By Ray Stern
By Ray Stern
By New Times
By Amy Silverman
By Stephen Lemons
By Stephen Lemons
By Monica Alonzo
By Chris Parker
Weather soldiers from around the Valley call the storm hot line for instructions: Be here at four, it says; there is activity to the south. And the very fact that these chickens are marching toward the Valley is enough to set the afternoon adrenaline afire. People drop whatever they're doing--cleaning apartments, booking flights to Reno, raising children--and hotfoot it over to the climatology lab at Arizona State University. A chase is on.
No one remembers that the weather gods have a nasty sense of humor and have been laughing at ASU geography professor Randy Cerveny's expense for three years. They have taken Arizona's premier weather event--the monsoon--and stripped it of its oomph. They have confounded the siren-sounders at the National Weather Service and flummoxed the folks from the National Severe Storms Lab in Norman, Oklahoma, flinging their fascination back in their faces. They have made it clear just whose party this is.
Cerveny, though, is no fair-weather fan. As leader of the Arizona Thunderstorm Chasers (AZTC) project at ASU, he is not about to call anything off. So here he is at the climate lab with the department van, ready to go. Because you never know: This could be the year things go back to the way they were, when storms were splashing down all over the place. The pattern says otherwise, but, let's face it, in the world of meteorology, the Arizona monsoon is one of the last unexplored frontiers, and the storms it produces are a weather nut's dream. Or used to be.
The storm chasers are students and former students and just plain weather fanatics, people who glean as much excitement out of a dust wall as others do from the final seconds of an NBA playoff game. They call up Cerveny's storm line every day. Today, they arrive at the lab one by one in their signature shirts. The light blue shirts show a van emerging from what appears to be a small nuclear explosion--an anvil-topped thunderstorm.
Cerveny himself looks robust and chipper. His hands are on his hips. His gaze is cast toward the southeast through the glass doors of the lobby. He is compact and athletic, decked out in shorts and hiking boots. His light blue shirt is like the others, except it reads: Director. This is the day he has been waiting for. When the local dew point hits at least 55 three days in a row, it signals the official start of the Arizona monsoon season. Today, July 12, is that third day.
He goes off to help gather the stuff they'll need on their mission--anemometers, barometers, a mobile weather station designed and built by former chasers. Others assemble downstairs, including resident weather aficionado and software engineer John Moore, who is one of these guys who actually travels to the Plains in the spring to hunt tornadoes.
The chances of rain are up to 40 percent. The chasers fit the van with weather-reading instruments--a propellered missile gadget on one front corner, something that looks like a beehive on the other--that measure wind speed and direction and relative humidity. A graduate student hands out AZTC ID cards in case authorities wonder what these nuts are doing running around in the rain with their oddball doodads--which has happened before, since one device looks like a gun.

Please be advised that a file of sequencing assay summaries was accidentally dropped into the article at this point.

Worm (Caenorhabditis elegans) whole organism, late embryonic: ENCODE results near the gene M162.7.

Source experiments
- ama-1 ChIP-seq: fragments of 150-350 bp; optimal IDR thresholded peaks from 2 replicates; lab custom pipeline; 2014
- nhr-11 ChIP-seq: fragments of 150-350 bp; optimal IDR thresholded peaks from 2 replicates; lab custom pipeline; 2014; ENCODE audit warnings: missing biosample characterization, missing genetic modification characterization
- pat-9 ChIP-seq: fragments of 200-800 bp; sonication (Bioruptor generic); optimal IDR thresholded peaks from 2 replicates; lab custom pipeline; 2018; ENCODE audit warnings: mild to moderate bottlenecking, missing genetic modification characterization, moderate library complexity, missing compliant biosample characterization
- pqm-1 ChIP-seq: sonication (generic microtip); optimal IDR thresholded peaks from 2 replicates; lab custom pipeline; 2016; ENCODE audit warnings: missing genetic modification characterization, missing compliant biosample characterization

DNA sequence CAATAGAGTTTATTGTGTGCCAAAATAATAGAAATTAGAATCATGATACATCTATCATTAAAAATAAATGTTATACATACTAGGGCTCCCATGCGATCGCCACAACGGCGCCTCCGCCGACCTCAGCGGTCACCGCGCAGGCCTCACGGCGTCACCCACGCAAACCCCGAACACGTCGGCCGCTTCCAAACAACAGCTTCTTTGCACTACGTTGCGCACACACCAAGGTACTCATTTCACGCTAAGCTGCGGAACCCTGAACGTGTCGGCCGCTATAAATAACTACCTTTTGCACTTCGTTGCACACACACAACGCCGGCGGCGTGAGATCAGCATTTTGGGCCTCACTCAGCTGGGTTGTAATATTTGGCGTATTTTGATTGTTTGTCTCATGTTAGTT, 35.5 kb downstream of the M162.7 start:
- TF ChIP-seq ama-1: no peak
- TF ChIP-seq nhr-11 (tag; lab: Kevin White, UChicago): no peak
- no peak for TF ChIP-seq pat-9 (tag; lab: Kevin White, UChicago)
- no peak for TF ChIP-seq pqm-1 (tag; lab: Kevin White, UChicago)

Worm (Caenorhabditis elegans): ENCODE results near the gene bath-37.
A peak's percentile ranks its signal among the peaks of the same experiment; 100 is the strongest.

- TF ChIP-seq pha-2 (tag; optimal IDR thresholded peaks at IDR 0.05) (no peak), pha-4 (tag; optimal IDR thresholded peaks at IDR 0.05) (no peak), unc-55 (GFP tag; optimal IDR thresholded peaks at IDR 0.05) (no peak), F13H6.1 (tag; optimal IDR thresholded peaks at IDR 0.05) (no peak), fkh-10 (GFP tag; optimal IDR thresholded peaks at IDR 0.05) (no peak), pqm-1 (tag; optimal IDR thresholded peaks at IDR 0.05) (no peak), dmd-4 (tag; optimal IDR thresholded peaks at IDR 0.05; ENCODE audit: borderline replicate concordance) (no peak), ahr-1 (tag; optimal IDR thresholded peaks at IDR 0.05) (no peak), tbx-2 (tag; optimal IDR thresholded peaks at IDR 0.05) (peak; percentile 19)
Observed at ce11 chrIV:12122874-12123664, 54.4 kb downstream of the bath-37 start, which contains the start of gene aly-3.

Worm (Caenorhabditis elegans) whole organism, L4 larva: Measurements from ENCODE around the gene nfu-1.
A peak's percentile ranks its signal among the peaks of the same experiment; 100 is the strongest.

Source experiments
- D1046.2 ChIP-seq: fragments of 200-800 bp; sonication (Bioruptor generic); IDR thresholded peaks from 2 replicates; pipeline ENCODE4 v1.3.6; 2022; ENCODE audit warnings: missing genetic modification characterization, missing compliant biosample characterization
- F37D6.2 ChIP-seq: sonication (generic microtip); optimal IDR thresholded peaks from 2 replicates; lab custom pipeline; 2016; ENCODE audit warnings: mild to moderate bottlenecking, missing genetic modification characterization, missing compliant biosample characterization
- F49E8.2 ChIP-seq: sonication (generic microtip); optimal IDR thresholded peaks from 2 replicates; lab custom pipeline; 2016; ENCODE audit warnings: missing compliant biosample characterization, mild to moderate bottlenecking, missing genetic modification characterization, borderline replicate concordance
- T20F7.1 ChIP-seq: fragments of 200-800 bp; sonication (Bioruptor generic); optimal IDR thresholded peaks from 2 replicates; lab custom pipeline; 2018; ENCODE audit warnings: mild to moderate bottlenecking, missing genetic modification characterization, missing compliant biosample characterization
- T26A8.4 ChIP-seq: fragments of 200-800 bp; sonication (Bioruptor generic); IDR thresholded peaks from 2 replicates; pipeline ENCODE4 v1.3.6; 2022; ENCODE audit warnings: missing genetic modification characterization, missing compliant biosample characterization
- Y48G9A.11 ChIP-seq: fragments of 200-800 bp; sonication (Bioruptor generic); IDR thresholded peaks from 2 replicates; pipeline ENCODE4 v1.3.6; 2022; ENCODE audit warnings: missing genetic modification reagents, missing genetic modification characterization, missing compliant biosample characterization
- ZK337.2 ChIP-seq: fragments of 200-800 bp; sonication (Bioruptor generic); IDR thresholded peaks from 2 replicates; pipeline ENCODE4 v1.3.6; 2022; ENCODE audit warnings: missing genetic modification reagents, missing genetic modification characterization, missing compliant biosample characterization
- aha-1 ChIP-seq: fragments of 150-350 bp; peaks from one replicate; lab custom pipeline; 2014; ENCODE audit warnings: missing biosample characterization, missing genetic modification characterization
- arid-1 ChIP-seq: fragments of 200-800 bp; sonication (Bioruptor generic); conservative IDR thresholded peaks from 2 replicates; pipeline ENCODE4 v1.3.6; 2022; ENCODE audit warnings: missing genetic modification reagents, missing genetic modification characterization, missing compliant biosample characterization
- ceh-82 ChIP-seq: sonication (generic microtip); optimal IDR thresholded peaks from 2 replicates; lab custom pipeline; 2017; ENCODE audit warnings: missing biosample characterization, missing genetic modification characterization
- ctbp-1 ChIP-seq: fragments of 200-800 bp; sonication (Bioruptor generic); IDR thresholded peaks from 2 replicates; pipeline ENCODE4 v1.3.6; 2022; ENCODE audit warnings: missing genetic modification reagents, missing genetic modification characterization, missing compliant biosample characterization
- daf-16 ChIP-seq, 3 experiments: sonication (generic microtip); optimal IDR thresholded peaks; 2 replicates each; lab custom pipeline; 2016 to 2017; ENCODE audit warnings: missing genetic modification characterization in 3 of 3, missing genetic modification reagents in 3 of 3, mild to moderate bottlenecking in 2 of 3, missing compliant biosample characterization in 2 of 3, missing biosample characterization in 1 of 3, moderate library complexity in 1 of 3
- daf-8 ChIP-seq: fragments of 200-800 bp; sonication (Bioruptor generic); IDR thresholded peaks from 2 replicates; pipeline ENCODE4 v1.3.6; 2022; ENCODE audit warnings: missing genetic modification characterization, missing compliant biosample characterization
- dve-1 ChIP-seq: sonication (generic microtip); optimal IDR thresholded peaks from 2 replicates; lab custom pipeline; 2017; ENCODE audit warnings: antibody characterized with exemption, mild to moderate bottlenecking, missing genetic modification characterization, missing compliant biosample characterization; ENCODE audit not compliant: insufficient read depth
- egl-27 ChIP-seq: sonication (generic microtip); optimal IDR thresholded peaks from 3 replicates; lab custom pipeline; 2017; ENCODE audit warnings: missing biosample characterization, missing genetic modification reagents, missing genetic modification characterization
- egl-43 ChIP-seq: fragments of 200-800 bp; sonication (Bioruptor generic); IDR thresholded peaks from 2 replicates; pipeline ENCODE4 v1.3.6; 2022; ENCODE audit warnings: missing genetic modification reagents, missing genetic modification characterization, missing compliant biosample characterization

Organized storm chasing has been going on in the U.S. since the late 1940s, when postwar military pilots had the time to spare. By the next decade, tornado-chasing pioneers were zigzagging the Plains from South Dakota to Oklahoma. But it wasn't until the National Severe Storms Lab (NSSL) created the Tornado Intercept Project in 1972 that the first organized ground-based chasing began. Now, maverick chasers (Spielberg is making a movie about them) risk their personal livelihoods every spring along Tornado Alley, which cuts through north Texas, Oklahoma, Kansas and southern Iowa. Tornado Alley is not a good place to own a mobile home.
But storm chasing in Arizona? Isn't that a little odd?
Actually, no. Storm chasing is odd. Storm chasing in Arizona is only logical.
Today, nearly a dozen chasers show up at ASU, enough to send out two units, so Cerveny's car is fitted with a radio and a huge magnetic AZTC label. Some of them are assigned to "Stormbase," a position at the National Weather Service office (located inside the Salt River Project complex in east Phoenix), from where they can monitor radar and direct Units 1 and 2 toward likely storm locations.
"There was some action last night," Cerveny tells his chasers. "The East Valley got hit pretty hard."
Don't they know it. Their voices are tinged with envy as they provide commentary: "There were trees down in Mesa." "I heard a couple of planes got flipped over out in Chandler." "They had gusts up to 64 out there."
But if they're going to catch any action of their own, they'd better move on out. The idea is not to go where the storms are, because individual storms die out within 30 minutes. But the updrafts produced by dying storms can help fired-up storm systems generate new storms--propagate--as they move, so the plan is to head them off at the pass. The ideal situation is to pick out the spot where two separate systems meet, because convergence can birth the mightiest storms of all, and the radar is showing a second system moving in from Globe. If the two collide, it will happen somewhere to the southeast.